France's gift to popular song
Wrote and performed more than 1200 songs in 8 languages
Struggle, hard times and heartbreak are often regarded as key components in artistic success stories. Paying the dues, so to speak, which suggests hardship, helps mold the artist, according to the old adage. And so it was with Charles Aznavour, a wisp of a man, of hoarse voice, and what ultimately proved to be immense songwriting skills.
The writer of a major catalog of songs, many with a flavor of "A sadness and melancholy, was a child of humble beginnings. He was born Varenegh Aznavourian in May 1924 in Paris, while his parents awaited a visa to the United States. His legacy was strictly musical. His father was an opera singer, and his mother an operetta "Soubrette," both of them Armenian, who were in France having fled massacres in Turkey.
While Charles and his sister Aida were raised in what was described as "an atmosphere bathed in music and poetry," grinding poverty in the immediate post-war world in France was a daily fact of life. The brother and sister were forced to abandon schooling to accept paying jobs playing children's roles in neighborhood theaters and singing in cafes. During one of these assignments, Charles first heard a recording by the immortal Maurice Chevalier, which made him think to himself, "I too will be a singer."
During World War II, as nominal head of the family (his father had joined the French army), Charles worked as a news vendor and later, as sales fell off, a black market operator. During the War too, Charles teamed up with Pierre Roche as a performing duo and finally, faced with a severe shortage of songs, he began writing them himself. Later offered a writing contract by Charles Trenet's music publisher, Raoul Breton, his new and unique style was to produce great demand for his work from such artists as Gilbert Becaud, Juliette Greco and Edith Piaf, among others.
While a following developed for his songs, his efforts at a solo performing career were riddled with failure. Critics greeted him with derision, but he was encouraged by Trenet and later by the great Piaf herself, who had told him, "You will make it."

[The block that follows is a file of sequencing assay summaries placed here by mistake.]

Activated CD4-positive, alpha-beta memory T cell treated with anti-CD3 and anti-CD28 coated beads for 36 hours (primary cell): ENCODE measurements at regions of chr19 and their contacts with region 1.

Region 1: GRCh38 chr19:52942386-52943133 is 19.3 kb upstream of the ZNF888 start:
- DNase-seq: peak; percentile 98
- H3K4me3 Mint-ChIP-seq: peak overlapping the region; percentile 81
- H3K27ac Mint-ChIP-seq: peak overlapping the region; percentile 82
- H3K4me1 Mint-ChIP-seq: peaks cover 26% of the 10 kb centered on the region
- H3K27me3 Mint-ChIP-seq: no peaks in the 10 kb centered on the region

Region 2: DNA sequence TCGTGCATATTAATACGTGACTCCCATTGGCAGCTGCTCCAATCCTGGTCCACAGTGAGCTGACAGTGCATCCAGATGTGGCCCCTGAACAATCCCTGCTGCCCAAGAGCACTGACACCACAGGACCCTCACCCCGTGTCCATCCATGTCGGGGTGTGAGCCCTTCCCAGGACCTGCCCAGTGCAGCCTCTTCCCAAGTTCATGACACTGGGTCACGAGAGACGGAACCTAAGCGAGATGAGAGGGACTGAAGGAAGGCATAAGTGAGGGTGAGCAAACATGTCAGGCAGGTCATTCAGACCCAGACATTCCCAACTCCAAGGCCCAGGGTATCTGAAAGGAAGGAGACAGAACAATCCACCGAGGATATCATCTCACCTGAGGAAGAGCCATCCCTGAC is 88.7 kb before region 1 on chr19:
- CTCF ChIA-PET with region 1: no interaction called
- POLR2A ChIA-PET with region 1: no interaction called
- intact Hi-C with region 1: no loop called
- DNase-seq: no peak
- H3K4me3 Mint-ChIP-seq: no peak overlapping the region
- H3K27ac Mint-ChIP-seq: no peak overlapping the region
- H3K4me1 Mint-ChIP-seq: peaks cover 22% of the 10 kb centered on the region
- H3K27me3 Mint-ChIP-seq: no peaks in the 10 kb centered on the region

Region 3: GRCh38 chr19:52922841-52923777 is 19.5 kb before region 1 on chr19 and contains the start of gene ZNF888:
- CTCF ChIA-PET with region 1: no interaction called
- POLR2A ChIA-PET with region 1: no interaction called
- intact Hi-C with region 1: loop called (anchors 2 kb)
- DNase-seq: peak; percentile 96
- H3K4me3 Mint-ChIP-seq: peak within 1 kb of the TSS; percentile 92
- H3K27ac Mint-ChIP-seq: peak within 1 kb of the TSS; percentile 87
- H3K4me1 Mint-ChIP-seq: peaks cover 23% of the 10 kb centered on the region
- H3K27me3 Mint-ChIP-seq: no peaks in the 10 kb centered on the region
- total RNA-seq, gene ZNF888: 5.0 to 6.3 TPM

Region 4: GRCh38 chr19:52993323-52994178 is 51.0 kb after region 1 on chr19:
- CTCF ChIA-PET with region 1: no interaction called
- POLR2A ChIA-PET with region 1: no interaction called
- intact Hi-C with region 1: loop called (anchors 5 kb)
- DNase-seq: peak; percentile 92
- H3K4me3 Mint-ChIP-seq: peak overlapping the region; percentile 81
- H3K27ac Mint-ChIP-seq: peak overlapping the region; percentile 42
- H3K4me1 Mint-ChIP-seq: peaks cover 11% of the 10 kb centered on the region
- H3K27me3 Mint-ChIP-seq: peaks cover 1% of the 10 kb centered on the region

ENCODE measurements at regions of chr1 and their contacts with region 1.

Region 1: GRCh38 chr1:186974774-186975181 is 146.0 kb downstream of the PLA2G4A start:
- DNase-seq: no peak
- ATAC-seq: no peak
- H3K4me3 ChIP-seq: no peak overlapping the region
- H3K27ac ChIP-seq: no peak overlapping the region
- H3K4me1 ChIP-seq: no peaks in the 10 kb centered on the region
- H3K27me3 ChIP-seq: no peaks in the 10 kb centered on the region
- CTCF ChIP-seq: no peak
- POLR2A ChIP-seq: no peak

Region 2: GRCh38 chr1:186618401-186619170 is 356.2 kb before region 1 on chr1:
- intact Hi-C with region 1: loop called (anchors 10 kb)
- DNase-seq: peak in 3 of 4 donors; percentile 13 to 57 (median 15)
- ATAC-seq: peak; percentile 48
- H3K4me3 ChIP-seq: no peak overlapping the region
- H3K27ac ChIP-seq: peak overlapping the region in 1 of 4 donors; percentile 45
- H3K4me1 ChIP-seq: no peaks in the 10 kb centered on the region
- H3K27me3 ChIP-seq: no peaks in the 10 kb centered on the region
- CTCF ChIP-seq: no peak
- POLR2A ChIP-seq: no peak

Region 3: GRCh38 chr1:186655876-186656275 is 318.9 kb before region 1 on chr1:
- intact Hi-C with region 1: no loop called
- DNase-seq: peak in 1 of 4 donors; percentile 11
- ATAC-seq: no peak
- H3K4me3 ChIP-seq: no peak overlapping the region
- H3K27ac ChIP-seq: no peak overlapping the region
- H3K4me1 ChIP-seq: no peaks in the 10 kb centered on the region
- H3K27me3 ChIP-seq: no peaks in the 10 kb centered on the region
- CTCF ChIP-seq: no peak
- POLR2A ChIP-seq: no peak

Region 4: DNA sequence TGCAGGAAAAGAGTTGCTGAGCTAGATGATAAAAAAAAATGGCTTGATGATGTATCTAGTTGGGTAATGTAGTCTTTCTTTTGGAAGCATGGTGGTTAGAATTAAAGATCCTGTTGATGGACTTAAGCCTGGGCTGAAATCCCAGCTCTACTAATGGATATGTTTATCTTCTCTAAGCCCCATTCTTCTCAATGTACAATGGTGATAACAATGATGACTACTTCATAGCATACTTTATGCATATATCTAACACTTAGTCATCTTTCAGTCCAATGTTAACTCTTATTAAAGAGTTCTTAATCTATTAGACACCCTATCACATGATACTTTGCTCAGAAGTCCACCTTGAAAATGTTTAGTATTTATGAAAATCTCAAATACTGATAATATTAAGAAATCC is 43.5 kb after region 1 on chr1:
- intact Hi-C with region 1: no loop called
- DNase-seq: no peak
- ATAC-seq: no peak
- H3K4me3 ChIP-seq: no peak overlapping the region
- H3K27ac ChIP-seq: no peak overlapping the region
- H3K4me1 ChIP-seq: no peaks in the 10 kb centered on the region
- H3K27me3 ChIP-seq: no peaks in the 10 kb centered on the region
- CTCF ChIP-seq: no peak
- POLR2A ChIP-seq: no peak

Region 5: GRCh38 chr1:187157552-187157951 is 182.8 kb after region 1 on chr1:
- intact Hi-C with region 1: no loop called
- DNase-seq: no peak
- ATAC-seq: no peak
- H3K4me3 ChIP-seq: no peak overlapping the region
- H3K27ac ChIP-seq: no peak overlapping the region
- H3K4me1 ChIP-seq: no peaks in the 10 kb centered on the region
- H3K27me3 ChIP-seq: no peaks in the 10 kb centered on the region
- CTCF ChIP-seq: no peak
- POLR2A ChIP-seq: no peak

And at age 30, it indeed began to happen. After several fruitful appearances abroad, a performance at the Moulin Rouge in Paris brought the house down. "Aznavour has changed," heralded his one-time detractors. "It isn't Aznavour who has changed," said the music publisher, Raoul Breton, "It's YOU."
Following a 1955 appearance at Bruno Coquatrix's famed Olympia in Paris, he scored his very first major song hit, "Sur ma vie," and at last the name Aznavour and his songs became recognizable entities on the radio.
From there, Aznavour never looked back. The hollow cheeks, slight build and rasping voice, were seen at last, not as a handicap, but as an indispensable trademark, and his songs with their gritty descriptions of everyday emotional drama and trauma, really hit home. And the list is legend..."Yesterday When I Was Young," "It Will Be My Day," "The Wine of Youth," "You've Got To Learn," "And I In My Chair," "You've Let Yourself Go," "Happy Anniversary" and "The Old Fashioned Way" are just a few.
Later, as his popularity began to reach beyond the borders of France, he took the trouble of learning many new languages before going on tour in their respective countries, on the theory that audiences would be far more receptive if they could actually understand the lyrics. In the years since, he has taken his shows successfully to Spain, Portugal, Angola, The West Indies, Morocco, South America and ultimately to Canada and the United States, as well as the United Kingdom. In 1993, he toured with Liza Minnelli throughout Europe and the United States, including a legendary performance at New York's Carnegie Hall.
Along the way, he has also been acclaimed for his acting in more than 60 motion pictures. First and foremost, however, Aznavour, will always be regarded as one of France's great songwriters and musical performers, taking his rightful place with Chevalier and Piaf as one of the most acclaimed French artists in the United States, and yes, the entire world as well.
In music, one works without a net, and the success...comes from hard work.